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January 30, 2010

Kenya, Uganda fruit farmers to supply Coca Cola

by Byron Butler

The Coca-Cola Company has entered into a partnership with non-profit TechnoServe and the Bill & Melinda Gates Foundation to help 50,000 small fruit farmers in Uganda and Kenya increase productivity, with the aim of doubling their incomes by 2014.

For the first time, this four-year, $11.5 million project will allow mango and passion fruit farmers to take part in Coca-Cola’s supply chain. Implementing partner Technoserve will facilitate access to credit and train participating farmers in improving quality, increasing production, and organizing farmer groups. These local farmers’ fruit will eventually be used for Coca-Cola’s locally-produced and distributed juices drinks.

With global and local demand for fruit juice growing steadily, corporations like Coca-Cola need to find innovative strategies to increase supply. By offering a new market opportunity to farmers while meeting Coca-Cola’s need for locally sourced fruit, the plan is one that Coca-Cola hopes to replicate elsewhere.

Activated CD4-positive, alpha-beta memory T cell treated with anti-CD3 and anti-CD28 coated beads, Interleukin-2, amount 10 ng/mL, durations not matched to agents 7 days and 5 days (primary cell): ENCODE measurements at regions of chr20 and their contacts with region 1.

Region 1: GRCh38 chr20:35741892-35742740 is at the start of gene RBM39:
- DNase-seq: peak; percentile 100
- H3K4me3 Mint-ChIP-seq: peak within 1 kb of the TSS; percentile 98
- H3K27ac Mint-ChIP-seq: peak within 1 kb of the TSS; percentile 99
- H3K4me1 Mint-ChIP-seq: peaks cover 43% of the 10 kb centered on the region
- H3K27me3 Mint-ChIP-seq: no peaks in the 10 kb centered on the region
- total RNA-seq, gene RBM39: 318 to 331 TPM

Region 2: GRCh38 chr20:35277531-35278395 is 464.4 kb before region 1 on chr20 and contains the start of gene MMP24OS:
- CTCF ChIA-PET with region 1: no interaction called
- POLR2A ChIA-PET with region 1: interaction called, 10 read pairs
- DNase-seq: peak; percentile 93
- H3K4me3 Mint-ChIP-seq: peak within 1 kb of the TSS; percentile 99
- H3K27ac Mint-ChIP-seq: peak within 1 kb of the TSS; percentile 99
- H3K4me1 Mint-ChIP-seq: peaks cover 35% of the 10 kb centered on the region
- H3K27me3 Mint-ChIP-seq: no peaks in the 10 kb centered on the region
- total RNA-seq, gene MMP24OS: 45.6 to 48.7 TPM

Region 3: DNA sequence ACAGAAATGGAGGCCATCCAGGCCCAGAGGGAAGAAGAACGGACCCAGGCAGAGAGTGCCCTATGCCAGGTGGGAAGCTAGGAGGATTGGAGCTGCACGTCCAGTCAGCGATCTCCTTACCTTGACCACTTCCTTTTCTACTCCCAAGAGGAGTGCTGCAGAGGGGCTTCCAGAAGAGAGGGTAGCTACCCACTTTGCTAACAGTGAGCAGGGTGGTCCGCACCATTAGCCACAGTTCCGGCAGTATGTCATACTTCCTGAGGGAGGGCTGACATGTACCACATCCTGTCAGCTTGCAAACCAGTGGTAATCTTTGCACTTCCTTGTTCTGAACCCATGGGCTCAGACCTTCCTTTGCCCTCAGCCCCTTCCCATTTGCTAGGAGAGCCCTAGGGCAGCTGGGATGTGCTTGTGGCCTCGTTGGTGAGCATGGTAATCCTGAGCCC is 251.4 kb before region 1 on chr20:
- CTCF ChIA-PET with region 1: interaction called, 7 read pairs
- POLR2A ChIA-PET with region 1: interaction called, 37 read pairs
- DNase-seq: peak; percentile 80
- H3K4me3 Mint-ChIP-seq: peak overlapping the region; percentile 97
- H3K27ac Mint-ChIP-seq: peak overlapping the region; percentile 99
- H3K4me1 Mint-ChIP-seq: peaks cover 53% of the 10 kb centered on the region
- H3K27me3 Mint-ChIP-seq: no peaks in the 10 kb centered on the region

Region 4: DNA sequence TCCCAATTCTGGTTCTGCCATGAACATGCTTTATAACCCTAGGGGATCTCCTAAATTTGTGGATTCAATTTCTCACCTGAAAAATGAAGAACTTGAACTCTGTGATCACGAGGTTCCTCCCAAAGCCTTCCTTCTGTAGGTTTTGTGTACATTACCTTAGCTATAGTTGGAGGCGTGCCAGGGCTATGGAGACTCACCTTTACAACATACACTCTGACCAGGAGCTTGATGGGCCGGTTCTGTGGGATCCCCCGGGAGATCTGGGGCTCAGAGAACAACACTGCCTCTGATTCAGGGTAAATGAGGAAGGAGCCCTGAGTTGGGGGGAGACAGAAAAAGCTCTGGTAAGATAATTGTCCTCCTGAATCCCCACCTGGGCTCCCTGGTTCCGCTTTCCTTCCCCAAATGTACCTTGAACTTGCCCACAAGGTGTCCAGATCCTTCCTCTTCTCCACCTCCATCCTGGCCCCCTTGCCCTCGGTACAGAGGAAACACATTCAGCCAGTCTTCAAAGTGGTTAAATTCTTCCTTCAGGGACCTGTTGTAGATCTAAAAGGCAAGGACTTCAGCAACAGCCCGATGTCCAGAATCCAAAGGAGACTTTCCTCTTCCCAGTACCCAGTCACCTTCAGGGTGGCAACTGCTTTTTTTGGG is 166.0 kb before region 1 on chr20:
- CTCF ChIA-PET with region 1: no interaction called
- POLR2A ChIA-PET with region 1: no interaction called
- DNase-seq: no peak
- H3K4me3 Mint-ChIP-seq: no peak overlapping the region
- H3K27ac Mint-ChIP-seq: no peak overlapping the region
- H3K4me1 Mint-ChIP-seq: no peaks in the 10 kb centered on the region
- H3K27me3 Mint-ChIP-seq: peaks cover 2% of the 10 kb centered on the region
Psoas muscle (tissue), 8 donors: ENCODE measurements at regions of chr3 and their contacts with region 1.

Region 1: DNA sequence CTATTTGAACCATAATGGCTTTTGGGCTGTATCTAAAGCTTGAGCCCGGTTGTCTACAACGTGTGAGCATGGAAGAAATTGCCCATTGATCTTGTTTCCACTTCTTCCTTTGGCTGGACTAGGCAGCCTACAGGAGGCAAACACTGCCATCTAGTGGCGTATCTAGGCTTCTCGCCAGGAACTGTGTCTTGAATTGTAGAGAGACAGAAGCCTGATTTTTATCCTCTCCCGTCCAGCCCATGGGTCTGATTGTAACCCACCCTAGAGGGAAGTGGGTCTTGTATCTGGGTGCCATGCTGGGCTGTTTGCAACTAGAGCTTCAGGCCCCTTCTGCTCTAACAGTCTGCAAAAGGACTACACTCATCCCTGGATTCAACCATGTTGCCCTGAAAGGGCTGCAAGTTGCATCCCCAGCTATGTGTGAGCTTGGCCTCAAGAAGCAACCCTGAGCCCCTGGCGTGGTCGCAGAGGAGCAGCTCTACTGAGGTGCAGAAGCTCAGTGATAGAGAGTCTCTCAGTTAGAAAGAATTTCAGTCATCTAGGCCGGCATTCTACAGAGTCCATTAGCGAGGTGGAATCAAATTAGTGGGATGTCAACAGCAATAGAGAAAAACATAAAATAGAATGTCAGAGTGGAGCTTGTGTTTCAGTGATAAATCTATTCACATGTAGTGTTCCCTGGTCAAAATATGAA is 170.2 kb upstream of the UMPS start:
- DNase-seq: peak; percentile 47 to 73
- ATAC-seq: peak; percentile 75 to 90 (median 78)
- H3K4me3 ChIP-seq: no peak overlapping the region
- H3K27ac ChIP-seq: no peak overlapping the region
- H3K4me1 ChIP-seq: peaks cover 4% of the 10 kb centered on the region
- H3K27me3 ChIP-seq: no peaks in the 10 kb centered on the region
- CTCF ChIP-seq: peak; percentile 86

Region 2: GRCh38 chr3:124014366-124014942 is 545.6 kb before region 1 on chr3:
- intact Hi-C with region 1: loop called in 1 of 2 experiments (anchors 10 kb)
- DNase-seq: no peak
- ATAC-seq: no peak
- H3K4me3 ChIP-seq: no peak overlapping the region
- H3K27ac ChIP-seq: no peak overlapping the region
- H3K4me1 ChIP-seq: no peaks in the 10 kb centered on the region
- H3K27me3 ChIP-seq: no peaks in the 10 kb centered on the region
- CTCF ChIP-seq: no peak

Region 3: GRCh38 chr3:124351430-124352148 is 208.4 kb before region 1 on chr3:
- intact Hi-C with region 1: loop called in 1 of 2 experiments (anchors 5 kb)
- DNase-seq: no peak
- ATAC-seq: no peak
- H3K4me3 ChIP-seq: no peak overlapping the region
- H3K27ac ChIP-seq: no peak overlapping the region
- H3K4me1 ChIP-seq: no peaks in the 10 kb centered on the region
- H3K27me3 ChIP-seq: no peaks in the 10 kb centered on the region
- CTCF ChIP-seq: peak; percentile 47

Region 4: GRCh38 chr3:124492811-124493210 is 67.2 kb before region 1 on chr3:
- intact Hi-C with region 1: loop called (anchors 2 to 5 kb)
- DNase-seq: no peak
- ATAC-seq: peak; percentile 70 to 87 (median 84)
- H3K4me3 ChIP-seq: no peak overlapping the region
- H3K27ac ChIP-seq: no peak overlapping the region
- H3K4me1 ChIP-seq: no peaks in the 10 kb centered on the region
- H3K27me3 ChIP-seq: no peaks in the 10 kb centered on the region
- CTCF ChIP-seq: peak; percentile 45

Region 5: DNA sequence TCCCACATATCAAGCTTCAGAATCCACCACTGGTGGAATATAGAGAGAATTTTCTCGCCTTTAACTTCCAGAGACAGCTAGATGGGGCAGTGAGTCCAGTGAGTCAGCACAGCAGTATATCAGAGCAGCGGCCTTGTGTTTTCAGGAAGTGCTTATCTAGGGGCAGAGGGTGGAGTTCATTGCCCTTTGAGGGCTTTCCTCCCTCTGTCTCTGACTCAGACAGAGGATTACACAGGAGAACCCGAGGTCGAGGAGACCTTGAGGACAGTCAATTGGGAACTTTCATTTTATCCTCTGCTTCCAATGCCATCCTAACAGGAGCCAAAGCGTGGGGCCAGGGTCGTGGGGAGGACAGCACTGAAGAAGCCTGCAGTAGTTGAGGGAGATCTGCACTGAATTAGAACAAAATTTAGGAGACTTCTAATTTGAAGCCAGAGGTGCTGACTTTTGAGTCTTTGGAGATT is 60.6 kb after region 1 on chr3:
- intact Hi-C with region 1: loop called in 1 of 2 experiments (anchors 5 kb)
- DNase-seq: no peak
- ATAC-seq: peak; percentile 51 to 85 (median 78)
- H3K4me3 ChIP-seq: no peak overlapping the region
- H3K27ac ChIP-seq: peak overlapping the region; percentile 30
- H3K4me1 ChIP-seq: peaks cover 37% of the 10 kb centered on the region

Sylvia Mathews Burwell, president of the Global Development Program of the Bill & Melinda Gates Foundation says that by participating in the project, her foundation aims to help "revitalize African agriculture." The program has committed to contribute more than $1.4 billion to Sub-Saharan Africa and South Asia to strengthen the global production chain, ensuring the long-term viability of efforts to reduce poverty.

TechnoServe has a history of pursuing this type of work in Africa, related to banana, cashew, cocoa and coffee crops. Founded in 1968, the American nonprofit has assisted in the creation or expansion of thousands of businesses in more than 30 countries. TechnoServe has been called one of the top five NGOs for corporate partnerships by the Financial Times, and holds Charity Navigator’s highest rating.

"This partnership is a great example of sustainability," says Nathan Kalumbu, Coca Cola’s East & Central Africa business unit president, describing its benefit to society as encompassing "both the community and our business." The governments of Kenya and Uganda will help to implement the project, which complements their poverty-reduction strategies.

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